My husband and I went to see Man of Steel when it opened in theaters three weeks ago. I really enjoyed the movie with its grand action sequences and multiple world adventures. I think this movie is the best Superman movie yet and will likely rank high on people’s superhero movie favorites lists for a while. That said though, I have to admit that I like Batman Begins better.
On the ride home from the movie theater (which for us is about 85 miles long), my husband and I discussed the fact that the movie did not have a lot of character depth to it. While that is not necessarily odd for an action flick, I couldn’t help but feel that the movie makers did a disservice to the character of Superman by not allowing the movie to have more “heart”, as I call it. Because I was spoiled with a lot of character depth in the movie Batman Begins and its sequels The Dark Knight and The Dark Night Rises, I was really hoping to see that same approach utilized in Man of Steel, especially since Christopher Nolan was involved with the project.
For me, the storyline of Man of Steel lies less in the coming-of-age tale of Superman and more in the story of how the love and sacrifices of Superman’s two fathers shape him into a superhero. The love of Jor-El demonstrated by sending his baby to earth to avoid extinction is powerfully shown in the film’s beginning and, in many ways, helps to guide the film to its conclusion. The steady love of Jonathan Kent displays through raising and eventually sacrificing himself for a child not his own is even more powerful. Compared to these steady streams of inspiration, Superman’s precious few personal epiphanies are far less exciting.
We have moments where young Clark realizes that he is adopted, but we don’t really see a change in his character in reaction to that. There were indeed parts of the movie in which the audience is introduced to Clark’s/Kal’s character building moments, but those points are shown as tightly-controlled flashbacks to service the present day story rather than being allowed free reign throughout the film. We watched 30 minutes of breathtaking fight scenes in which Superman in all his flying glory goes head to head with his main enemy and knocks over half of downtown Metropolis in the process. Yet we saw a mere 10 minute flashback-scene of the traumatic death of Clark Kent’s earthly father and little explanation of how Clark overcomes the grief and survivor’s guilt associated with that death. In another flashback, Clark gets bullied and never once fights back. You can see the hatred for his tormentors burning in his eyes (and in his crushing grip on the nearest metal object), but he does nothing. Why would a teenage boy—any teenage boy—not at least shove another in pure anger? Why not show the terrible consequence of that encounter gone wrong as the character-building moment in which our hero realizes the terrible potential of his own power and vows then and there to only use his abilities to help others? But, alas, there is no such moment in this movie. The lack of that internal conflict and external aid left me scratching my head.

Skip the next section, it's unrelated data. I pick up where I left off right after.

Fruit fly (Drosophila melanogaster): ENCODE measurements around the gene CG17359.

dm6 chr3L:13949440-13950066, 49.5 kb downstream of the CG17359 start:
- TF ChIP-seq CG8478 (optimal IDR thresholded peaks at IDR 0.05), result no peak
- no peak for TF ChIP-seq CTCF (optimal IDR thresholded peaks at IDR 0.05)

With every problem Superman faces, he always rises above it with a minimal amount of internal conflict and minimal amount of help from others. Oh, sure, the intrepid reporter Ms. Lois Lane helps out a little, but she feels more like a goofy sidekick than a real love interest. Of course she constantly gets herself stuck as the damsel in distress for most of the movie, which means that rather than really helping Superman protect mankind, she usually manages to distract him from that goal by forcing him to rescue her first and then save everybody else while he’s in the neighborhood. It’s almost as if the movie-makers wanted to thumb their noses at those other superhero movies and say: “Our superhero kicks all of your superheroes’ tails in his sleep!” That is all fine and dandy, but a bit boring after a while.
The overall static feel of Superman’s character led my husband and me on a long discussion of movies with true “heart.” When I say a movie with heart, what I mean is a movie in which the main character begins the story with a very large disadvantage that he or she has to overcome. The problem is too big to undertake on the character’s own, so the character has to reach out for help and encouragement from others to overcome that disadvantage. Most stories use this idea to a certain extent, but the movies with true heart absolutely depend on the relationships between the characters to push each individual to overcome the odds. These are movies that are very powerful because the characters in them go from being unsure of themselves to becoming empowered in some way. Many of these stories are not “action flicks”, but usually involve more subtle drama. However a few movies stand out in my mind which satisfy my need for deep story telling combined with some wonderful fight scenes. To that end, here is a list of some of my favorites:
High Action with Heart
Lord of the Rings: Fellowship if the Ring
Pirates of the Carribean: At World’s End
High Drama with Heart
The Blind Side
The King’s Speech
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